The three selected strains were further characterised during shake-flask cultivations to allow for sampling for additional measurements. Here, flow cytometry was used to evaluate the fluorescent signal on a population level. In addition to the YNB-CN80 and YNB1x media, the effect of the CN ratio on the induction profiles was also assessed by evaluating the strains in a YNB-CN40 medium, which had a slightly higher nitrogen content while still being considered nitrogen-limited. The most promising strain, UP1a, was also evaluated in YNB-CN160 medium to assess the effect of very low ammonium concentrations. All strains, including the BOT-A2 parental strain that was used as a control, depleted ammonium at the same rates, taking approximately 8 h to depletion in the CN160 and CN80 media, 10 h in CN40 medium, and 48 h in YNB1x control medium (Fig. 5; Additional file 1: Figs. S5, S6, S8, S10). The rates of glucose consumption and biomass formation varied based on the CN ratio of the medium but were otherwise comparable across all strains (Additional file 1: Figs. S5-S7).

Fig. 5
figure 5

Analysis of strain UP1a. UP1a (promoter 3877p, from the gene RTBOTA2_003877 encoding a putative nitrate transporter) was cultivated in shake flasks in four different media (CN40, CN80, CN160, YNB1x). GFP fluorescence intensity (A) was analysed using flow cytometry; 100,000 events were captured. Ammonia concentration (B) was analysed using an enzymatic kit. OD620nm and glucose consumption are available in Additional file 1: Figure S7, and ammonia concentration on the control medium YNB1x in Additional file 1: Figure S10. Error bars refer to standard deviation from two biological replicates

The flow cytometry results were overall able to corroborate the BioLector results. GFP induction was found to be absent in all three strains when cultivated in the non-nitrogen limited YNB1x control medium (Figs. 56; Additional file 1: Figs. S11–S13). For strain UP1a, of the level of fluorescence that was observed during cultivation on YNB1x corresponded to the autofluorescence of the wild-type strain BOT-A2 (Additional file 1: Fig. S5). Fluorescence in all three strains was induced in the nitrogen-limited media and typically reached its peak in the sample taken at 24 h (Figs. 56; Additional file 1: Figs. S11–S13). There was a plateau in mean fluorescence signal following the peak at 24 h to the end of the cultivation (Figs. 56) that suggested that GFP levels remained constant during this time interval. This was corroborated by the GFP histograms (Additional file 1: Figs. S11–S13) which showed that the population remained at peak levels and did not revert back to the levels observed at the start of the experiment. Tendencies of subpopulation formation were observed in the GFP histograms from 24 h and onwards (Additional file 1: Figs. S11–S13). In all, this data suggests that the three assessed promoters were active in the induction media during the entire 96 h of cultivation.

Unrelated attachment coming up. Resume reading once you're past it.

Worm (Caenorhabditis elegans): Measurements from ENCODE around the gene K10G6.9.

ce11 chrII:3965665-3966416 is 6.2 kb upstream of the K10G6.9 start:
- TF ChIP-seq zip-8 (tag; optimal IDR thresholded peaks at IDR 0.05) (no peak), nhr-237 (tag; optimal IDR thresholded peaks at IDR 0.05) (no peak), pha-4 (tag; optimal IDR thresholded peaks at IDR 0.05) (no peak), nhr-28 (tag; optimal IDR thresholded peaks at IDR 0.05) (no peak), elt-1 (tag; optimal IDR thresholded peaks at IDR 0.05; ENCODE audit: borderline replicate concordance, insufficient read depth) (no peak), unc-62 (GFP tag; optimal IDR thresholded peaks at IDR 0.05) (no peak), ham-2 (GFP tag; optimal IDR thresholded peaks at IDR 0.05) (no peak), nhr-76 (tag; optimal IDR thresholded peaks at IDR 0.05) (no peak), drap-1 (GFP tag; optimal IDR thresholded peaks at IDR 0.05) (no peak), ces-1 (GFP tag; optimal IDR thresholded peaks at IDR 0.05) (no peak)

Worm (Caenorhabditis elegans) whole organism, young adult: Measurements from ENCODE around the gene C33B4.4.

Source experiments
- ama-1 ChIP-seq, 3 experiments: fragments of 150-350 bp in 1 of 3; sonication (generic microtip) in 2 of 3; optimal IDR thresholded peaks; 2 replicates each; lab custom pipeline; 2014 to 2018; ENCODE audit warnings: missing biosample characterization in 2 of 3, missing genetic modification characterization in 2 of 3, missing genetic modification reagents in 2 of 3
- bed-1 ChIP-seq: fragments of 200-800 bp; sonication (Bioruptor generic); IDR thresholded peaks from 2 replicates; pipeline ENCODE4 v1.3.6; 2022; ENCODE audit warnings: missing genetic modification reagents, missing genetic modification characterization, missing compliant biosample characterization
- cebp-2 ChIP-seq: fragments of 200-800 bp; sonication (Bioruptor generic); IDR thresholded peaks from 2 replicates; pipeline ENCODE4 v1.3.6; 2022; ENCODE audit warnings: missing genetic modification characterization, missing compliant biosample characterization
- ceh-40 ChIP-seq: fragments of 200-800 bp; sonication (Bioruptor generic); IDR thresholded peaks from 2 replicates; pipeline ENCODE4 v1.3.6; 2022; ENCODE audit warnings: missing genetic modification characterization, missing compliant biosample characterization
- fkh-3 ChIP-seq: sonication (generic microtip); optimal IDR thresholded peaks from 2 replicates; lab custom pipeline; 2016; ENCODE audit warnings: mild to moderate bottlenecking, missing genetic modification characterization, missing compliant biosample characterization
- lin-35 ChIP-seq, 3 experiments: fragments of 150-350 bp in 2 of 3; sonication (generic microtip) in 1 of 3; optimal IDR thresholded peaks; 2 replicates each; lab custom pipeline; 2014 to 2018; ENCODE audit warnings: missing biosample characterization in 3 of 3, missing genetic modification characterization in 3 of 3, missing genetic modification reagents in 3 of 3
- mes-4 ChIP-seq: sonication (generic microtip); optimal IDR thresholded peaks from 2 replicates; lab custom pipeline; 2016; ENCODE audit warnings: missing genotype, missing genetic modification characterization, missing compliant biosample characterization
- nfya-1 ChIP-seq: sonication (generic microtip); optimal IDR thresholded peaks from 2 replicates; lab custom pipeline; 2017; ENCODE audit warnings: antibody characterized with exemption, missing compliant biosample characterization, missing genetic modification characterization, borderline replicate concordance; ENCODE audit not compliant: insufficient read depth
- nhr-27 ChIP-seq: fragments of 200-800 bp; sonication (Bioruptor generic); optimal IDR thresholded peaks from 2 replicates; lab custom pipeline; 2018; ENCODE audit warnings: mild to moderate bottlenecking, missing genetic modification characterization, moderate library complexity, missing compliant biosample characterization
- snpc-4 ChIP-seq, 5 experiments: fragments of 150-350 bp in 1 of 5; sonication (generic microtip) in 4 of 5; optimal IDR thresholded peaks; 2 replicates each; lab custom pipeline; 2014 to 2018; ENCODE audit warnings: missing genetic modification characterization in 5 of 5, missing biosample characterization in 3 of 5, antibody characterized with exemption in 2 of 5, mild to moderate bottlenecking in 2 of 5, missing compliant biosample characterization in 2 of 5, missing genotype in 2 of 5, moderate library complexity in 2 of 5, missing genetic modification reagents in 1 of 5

Fig. 6
figure 6

Fluorescence reporter analysis of strains UP3e and UP10a. UP3e (promoter 0480p, from the gene RTBOTA2_000480 putatively encoding the Carboxypeptidase Y inhibitor Tfs1p) (A) and UP10a (promoter MEP2p from NP11) (B) were cultivated in shake flasks in three different media (CN40, CN80, CN7.5). GFP was analysed using flow cytometry; 100,000 events were captured. Ammonia consumption profiles are available in Additional file 1: Figure S3 and glucose and OD620nm in Additional file 1: Figure S3. Error bars refer to standard deviation from two biological replicates

Strain UP1a reached a substantially increased fluorescence in the shake flasks after only 6–10 h of cultivation, with the exact duration varying depending on the CN ratio of the medium (Fig. 5A). Depletion of nitrogen was faster in media with high CN ratios, which in turn resulted in earlier increases in the fluorescence signal. It was also observed that the absolute fluorescence levels in UP1a were substantially lower during CN40 cultivations than in the CN80 and CN160 cultivations. The ammonia measurements (Fig. 5B) indicated that ammonia depletion and upregulation of GFP (Fig. 5A) coincided, indicating that the promoter candidate (3877p) used in this reporter cassette responds very stringently to nitrogen availability, as GFP signal induction only was observed upon nitrogen depletion. Thus, we suggest that the promoter used in this construct is regulated by complete nitrogen-depletion and not just by nitrogen-limitation. Since no major difference could be seen between CN160 and CN80 in the UP1a cultivations, the other two strains, UP3a and UP10a, were only evaluated in the control medium YNB1x, and CN40 and CN80. Overall, strains UP3a and UP10a, behaved very similarly (Fig. 6). GFP expression started to increase immediately after inoculation, and thus is potentially connected to low nitrogen levels but not complete nitrogen depletion like UP1a. GFP expression was mainly repressed on the control medium, and highest on CN80.